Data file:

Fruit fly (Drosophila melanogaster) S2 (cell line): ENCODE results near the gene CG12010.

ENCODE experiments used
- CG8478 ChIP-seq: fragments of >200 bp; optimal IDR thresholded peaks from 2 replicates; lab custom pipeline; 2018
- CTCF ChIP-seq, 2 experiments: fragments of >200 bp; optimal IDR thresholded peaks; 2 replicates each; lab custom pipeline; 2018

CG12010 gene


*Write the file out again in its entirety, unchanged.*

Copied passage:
Fruit fly (Drosophila melanogaster) S2 (cell line): ENCODE results near the gene CG12010.

ENCODE experiments used
- CG8478 ChIP-seq: fragments of >200 bp; optimal IDR thresholded peaks from 2 replicates; lab custom pipeline; 2018
- CTCF ChIP-seq, 2 experiments: fragments of >200 bp; optimal IDR thresholded peaks; 2 replicates each; lab custom pipeline; 2018

CG12010 gene